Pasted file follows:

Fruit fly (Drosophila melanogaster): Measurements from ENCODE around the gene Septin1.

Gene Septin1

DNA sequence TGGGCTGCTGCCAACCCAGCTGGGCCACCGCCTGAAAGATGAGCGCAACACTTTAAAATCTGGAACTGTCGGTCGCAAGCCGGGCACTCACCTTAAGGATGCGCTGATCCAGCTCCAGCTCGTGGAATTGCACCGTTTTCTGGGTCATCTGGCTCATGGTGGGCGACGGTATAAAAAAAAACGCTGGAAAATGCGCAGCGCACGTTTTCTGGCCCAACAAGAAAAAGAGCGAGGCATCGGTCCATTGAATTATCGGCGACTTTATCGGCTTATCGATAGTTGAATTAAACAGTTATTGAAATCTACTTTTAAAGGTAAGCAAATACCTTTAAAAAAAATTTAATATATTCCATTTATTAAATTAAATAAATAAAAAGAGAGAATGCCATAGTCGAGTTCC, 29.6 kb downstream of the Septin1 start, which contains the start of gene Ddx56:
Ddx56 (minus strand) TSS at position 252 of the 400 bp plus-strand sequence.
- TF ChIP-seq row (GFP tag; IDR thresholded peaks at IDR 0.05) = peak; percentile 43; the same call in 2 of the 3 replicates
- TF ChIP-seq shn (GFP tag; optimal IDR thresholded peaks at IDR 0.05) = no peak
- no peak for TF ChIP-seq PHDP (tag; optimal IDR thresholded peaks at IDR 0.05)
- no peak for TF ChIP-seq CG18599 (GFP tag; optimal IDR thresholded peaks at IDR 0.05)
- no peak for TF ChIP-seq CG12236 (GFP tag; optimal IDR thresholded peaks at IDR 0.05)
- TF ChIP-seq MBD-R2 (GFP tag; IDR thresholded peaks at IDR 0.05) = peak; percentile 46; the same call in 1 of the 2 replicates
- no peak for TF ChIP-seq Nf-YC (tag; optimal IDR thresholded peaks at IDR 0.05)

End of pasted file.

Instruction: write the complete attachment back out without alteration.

Fruit fly (Drosophila melanogaster): Measurements from ENCODE around the gene Septin1.

Gene Septin1

DNA sequence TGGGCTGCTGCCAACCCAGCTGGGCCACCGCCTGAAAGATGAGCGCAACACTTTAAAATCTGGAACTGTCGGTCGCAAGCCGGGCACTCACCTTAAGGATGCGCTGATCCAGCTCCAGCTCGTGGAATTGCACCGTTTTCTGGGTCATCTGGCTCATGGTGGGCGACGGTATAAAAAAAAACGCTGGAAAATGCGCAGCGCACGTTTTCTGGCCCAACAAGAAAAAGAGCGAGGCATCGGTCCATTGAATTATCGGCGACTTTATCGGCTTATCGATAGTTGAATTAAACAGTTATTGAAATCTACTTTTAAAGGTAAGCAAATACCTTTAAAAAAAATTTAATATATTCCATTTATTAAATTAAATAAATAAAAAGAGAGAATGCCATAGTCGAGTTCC, 29.6 kb downstream of the Septin1 start, which contains the start of gene Ddx56:
Ddx56 (minus strand) TSS at position 252 of the 400 bp plus-strand sequence.
- TF ChIP-seq row (GFP tag; IDR thresholded peaks at IDR 0.05) = peak; percentile 43; the same call in 2 of the 3 replicates
- TF ChIP-seq shn (GFP tag; optimal IDR thresholded peaks at IDR 0.05) = no peak
- no peak for TF ChIP-seq PHDP (tag; optimal IDR thresholded peaks at IDR 0.05)
- no peak for TF ChIP-seq CG18599 (GFP tag; optimal IDR thresholded peaks at IDR 0.05)
- no peak for TF ChIP-seq CG12236 (GFP tag; optimal IDR thresholded peaks at IDR 0.05)
- TF ChIP-seq MBD-R2 (GFP tag; IDR thresholded peaks at IDR 0.05) = peak; percentile 46; the same call in 1 of the 2 replicates
- no peak for TF ChIP-seq Nf-YC (tag; optimal IDR thresholded peaks at IDR 0.05)